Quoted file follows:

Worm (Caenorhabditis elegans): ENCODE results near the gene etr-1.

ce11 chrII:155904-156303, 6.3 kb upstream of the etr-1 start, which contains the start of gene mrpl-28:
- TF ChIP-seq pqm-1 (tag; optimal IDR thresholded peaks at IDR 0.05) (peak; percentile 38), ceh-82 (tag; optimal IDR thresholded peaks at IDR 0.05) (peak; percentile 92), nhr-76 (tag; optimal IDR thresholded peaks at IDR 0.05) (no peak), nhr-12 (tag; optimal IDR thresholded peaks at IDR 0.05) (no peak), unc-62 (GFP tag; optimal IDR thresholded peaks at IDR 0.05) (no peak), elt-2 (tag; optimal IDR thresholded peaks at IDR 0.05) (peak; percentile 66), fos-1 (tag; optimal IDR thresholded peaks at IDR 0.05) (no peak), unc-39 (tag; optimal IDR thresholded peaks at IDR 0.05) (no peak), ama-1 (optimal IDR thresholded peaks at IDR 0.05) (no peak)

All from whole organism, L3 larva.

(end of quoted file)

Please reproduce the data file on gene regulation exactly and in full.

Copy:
Worm (Caenorhabditis elegans): ENCODE results near the gene etr-1.

ce11 chrII:155904-156303, 6.3 kb upstream of the etr-1 start, which contains the start of gene mrpl-28:
- TF ChIP-seq pqm-1 (tag; optimal IDR thresholded peaks at IDR 0.05) (peak; percentile 38), ceh-82 (tag; optimal IDR thresholded peaks at IDR 0.05) (peak; percentile 92), nhr-76 (tag; optimal IDR thresholded peaks at IDR 0.05) (no peak), nhr-12 (tag; optimal IDR thresholded peaks at IDR 0.05) (no peak), unc-62 (GFP tag; optimal IDR thresholded peaks at IDR 0.05) (no peak), elt-2 (tag; optimal IDR thresholded peaks at IDR 0.05) (peak; percentile 66), fos-1 (tag; optimal IDR thresholded peaks at IDR 0.05) (no peak), unc-39 (tag; optimal IDR thresholded peaks at IDR 0.05) (no peak), ama-1 (optimal IDR thresholded peaks at IDR 0.05) (no peak)

All from whole organism, L3 larva.